Finding good information on what was causing the problem was difficult. There’s lots of information online. But it is all hard to determine if really applied to the situation. In the last round of searching that I did I discovered that Vista ships with a command-line program, powercfg, that, amoung it’s other capabilities is the capacity to report the event that caused the last “wake” to take place. Opening a command propmpt and running the powercfg -lastwake command reveals the device that caused the event.
I always run an administrative user, so I haven’t checked whether or not this program requires administrative privileges. (I know, it’s bad to run as an administrative user all the time. Such is my life.)
Running the command revealed that the NIC was causing the computer to wake from sleep. That seems strange as I didn’t tell Vista to wake due to NIC activity. I hadn’t installed any programs that would (or should) have changed that. There are no new devices on the network that would have probed the Vista system causing it to wake.
The standard power management configuration application (Control Panel -> Power Options), oddly enough, does NOT have any setting related to allowing activity on the NIC to wake the system.
I had to actually bring up the properties dialog for the NIC and disable it there.
Switch to the Power Mangement tab an uncheck the “Allow this device to wake the computer option.”
Once done, this solved my problem. Hopefully, this will help someone solve a similar problem more quickly.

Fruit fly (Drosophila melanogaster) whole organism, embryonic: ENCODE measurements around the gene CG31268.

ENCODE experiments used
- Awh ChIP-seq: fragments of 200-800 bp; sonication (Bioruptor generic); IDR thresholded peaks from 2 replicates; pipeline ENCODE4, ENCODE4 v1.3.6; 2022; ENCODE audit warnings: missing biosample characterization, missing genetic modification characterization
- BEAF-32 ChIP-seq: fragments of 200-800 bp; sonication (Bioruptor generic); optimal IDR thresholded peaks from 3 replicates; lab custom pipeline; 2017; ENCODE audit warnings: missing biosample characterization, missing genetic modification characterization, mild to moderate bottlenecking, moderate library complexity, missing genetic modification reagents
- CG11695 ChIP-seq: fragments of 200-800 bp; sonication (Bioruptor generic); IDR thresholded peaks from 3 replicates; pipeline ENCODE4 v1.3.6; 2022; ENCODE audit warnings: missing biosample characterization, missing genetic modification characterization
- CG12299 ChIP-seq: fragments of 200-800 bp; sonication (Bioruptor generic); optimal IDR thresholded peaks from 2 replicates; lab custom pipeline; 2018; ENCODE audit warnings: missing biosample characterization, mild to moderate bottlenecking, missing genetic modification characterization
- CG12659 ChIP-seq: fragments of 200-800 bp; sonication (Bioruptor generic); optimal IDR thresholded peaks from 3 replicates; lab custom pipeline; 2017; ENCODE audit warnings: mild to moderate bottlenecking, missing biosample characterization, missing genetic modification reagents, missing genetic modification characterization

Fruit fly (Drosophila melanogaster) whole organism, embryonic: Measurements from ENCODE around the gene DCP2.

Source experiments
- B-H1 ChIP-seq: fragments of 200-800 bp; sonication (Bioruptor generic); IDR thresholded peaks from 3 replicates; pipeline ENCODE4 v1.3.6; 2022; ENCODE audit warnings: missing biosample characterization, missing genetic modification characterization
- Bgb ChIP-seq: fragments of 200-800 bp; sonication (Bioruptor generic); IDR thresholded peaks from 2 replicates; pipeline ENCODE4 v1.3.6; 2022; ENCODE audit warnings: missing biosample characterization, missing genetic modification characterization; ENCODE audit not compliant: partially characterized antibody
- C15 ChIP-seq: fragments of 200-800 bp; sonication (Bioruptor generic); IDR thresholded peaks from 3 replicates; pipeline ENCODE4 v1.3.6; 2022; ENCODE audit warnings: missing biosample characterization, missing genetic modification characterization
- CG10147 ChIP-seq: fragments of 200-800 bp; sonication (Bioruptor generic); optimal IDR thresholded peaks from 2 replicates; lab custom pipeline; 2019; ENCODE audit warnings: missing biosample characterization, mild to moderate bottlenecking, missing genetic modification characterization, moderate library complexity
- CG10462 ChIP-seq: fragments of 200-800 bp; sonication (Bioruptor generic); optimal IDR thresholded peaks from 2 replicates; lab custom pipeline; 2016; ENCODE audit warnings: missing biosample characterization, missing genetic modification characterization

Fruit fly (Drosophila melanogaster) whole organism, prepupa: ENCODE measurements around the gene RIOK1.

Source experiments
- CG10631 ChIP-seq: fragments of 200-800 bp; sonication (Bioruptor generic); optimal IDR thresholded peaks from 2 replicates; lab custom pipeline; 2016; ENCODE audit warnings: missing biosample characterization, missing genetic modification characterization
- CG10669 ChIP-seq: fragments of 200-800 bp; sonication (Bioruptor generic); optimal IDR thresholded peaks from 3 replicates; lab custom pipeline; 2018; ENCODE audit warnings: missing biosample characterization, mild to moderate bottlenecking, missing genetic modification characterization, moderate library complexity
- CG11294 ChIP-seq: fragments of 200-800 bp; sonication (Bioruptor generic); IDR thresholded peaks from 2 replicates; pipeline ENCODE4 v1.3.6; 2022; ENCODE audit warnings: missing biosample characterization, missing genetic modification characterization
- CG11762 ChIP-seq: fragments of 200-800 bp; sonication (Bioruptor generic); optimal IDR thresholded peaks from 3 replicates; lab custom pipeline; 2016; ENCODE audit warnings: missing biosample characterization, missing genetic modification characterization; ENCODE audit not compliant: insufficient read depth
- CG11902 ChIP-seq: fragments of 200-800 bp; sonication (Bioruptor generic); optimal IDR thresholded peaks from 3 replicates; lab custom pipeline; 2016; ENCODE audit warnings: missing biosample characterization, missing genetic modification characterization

While developing this morning on my Windows Vista Home Premium system this morning I came across an unexpected error message when trying to delete a folder through Windows Explorer. This was unexpected because, as a software developer, I’ve deleted thousands of directories over the years using Windows Explorer. I also always run as a user with admin rights. (Yes, I know this is bad, but that’s what I do.)
Naturally, I tried the “Try Again” button a few times. I even tried cancelling the operation and restarting. None of these troubleshooting steps worked.
A web search through Google didn’t reveal anything really useful. Most postings suggested that the user didn’t own the folder and, therefore, didn’t have enought rights to delete the folder and that the user should “take ownership” of the directory that they were attempting to delete. This wasn’t particularly helpful in my situation as my user account was the one responsible for creating the directory in the first place.
I solved this particular problem by engaging in good troubleshooting practices. I drilled in through the directory tree to the files that it contained. I deleted each file. I then deleted each directory up to the one I had originally tried to delete. Magically I was then able to delete it. Since the problem only involved two files and two directories it wasn’t a big deal.
There must be a reason behind this error message, but it isn’t obvious from the title, any of the text, or any of the buttons within the dialog.
Behind the screen you hear the clatter of dice. The Dungeon Master begins to laugh. What do you do?